Irish President defends Savita inquiry remarks

Savita Halappanavar
Image caption Savita Halappanavar died after a miscarriage

The Irish President Michael D Higgins has defended remarks he made about the Savita Halappanavar inquiry.

The 31-year-old died last month in a Galway hospital of a miscarriage.

Her husband alleges she was denied a termination and is not cooperating with a HSE inquiry into her death.

Praveen Halappanavar contacted the Indian embassy in Dublin where he spoke to Ambassador Debashish Chakravarti, who agreed to contact the Taoiseach to request a public inquiry.

In a highly significant intervention on Wednesday, the president spoke of his wish for an inquiry that would meet the needs of her family and the state.

His comments were raised in Ireland's parliament on Thursday. Fine Gael TD James Bannon said it was unusual for the president to raise the issue and added that "these are normally matters for the Government and the Oireachtas".

Defending his remarks Mr Higgins said he was expressing the great sadness felt over Savita Halappanavar's death.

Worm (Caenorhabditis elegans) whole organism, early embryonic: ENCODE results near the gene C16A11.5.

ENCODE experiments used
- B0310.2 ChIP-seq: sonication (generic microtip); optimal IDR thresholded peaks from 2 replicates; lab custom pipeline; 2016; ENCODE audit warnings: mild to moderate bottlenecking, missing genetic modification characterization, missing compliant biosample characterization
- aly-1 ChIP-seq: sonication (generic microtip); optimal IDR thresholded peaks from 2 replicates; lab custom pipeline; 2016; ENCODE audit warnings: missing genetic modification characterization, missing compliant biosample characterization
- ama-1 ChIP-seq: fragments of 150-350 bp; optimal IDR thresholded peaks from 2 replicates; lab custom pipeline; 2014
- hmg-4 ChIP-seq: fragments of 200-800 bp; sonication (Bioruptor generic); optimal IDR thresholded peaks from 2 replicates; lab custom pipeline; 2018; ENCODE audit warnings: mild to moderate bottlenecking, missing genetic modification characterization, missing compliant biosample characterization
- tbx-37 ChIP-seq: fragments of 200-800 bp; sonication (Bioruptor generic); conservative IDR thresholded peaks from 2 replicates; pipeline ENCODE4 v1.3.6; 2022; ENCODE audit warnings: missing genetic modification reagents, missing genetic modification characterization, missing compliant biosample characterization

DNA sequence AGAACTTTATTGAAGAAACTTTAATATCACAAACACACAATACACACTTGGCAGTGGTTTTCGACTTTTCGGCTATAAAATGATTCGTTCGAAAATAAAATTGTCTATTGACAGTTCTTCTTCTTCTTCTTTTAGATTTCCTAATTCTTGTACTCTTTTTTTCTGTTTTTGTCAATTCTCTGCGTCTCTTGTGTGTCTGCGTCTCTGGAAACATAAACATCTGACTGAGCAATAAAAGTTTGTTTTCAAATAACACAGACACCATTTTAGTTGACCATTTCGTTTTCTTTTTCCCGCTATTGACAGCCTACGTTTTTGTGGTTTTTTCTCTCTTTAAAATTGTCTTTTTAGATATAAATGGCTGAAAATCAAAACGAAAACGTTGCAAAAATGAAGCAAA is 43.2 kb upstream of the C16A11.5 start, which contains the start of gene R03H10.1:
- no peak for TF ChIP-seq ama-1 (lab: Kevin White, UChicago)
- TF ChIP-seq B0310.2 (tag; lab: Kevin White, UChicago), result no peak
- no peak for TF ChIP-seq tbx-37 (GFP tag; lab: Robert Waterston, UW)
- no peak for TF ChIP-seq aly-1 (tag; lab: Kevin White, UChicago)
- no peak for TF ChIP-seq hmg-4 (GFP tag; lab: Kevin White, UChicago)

"I said it was a very great tragedy, a young woman," he said.

"I expressed my sympathy to her husband and her extended family and I was joining the thousands of Irish people in the streets saying the same thing.

"I said it is very important that the investigation be such that it satisfies the genuine concern of the Irish people.

"That meets in some way - in some small way - in reducing the grief of Savita's husband and her family and then that meets the needs of the state's responsibilities.

"It was no more, or no less than that."

"I know what the President does, the President expresses, as it were, what is a great moment of sadness among the Irish people, and I do hope that it achieves what I have just said, the decisions, the practical sense of decisions then for all those responsible."

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